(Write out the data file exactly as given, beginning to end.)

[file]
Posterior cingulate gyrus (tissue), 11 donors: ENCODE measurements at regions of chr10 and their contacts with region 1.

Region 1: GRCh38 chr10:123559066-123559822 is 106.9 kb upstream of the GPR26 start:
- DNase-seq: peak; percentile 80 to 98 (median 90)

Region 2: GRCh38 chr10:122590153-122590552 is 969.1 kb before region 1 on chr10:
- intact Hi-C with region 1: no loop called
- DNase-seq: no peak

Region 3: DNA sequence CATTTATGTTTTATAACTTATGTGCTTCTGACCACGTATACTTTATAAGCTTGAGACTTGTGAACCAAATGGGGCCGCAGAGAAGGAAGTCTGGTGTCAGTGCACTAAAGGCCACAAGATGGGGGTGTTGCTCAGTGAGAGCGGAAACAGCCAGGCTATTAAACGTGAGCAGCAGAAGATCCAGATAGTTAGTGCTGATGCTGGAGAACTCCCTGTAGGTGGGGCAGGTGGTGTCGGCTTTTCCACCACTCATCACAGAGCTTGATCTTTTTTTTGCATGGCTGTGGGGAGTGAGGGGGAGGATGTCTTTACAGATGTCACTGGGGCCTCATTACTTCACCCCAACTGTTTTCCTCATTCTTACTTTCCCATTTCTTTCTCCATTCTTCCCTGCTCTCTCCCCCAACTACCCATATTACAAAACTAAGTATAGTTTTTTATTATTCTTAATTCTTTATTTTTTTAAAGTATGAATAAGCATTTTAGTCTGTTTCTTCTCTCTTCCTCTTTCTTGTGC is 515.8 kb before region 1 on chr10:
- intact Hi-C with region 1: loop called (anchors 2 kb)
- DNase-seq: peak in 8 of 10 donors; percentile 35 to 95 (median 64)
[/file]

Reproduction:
Posterior cingulate gyrus (tissue), 11 donors: ENCODE measurements at regions of chr10 and their contacts with region 1.

Region 1: GRCh38 chr10:123559066-123559822 is 106.9 kb upstream of the GPR26 start:
- DNase-seq: peak; percentile 80 to 98 (median 90)

Region 2: GRCh38 chr10:122590153-122590552 is 969.1 kb before region 1 on chr10:
- intact Hi-C with region 1: no loop called
- DNase-seq: no peak

Region 3: DNA sequence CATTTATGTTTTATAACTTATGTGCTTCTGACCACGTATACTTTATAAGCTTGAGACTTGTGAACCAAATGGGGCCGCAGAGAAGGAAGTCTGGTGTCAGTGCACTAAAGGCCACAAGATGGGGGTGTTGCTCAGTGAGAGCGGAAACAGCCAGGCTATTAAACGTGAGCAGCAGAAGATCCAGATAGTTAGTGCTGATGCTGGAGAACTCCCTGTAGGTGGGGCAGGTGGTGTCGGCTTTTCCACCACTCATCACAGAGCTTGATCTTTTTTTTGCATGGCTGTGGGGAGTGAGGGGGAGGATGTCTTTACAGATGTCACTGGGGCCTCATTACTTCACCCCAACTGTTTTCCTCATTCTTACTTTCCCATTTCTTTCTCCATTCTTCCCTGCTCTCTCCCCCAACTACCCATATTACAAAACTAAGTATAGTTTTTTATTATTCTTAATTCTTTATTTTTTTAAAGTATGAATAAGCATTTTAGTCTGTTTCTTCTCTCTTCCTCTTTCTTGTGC is 515.8 kb before region 1 on chr10:
- intact Hi-C with region 1: loop called (anchors 2 kb)
- DNase-seq: peak in 8 of 10 donors; percentile 35 to 95 (median 64)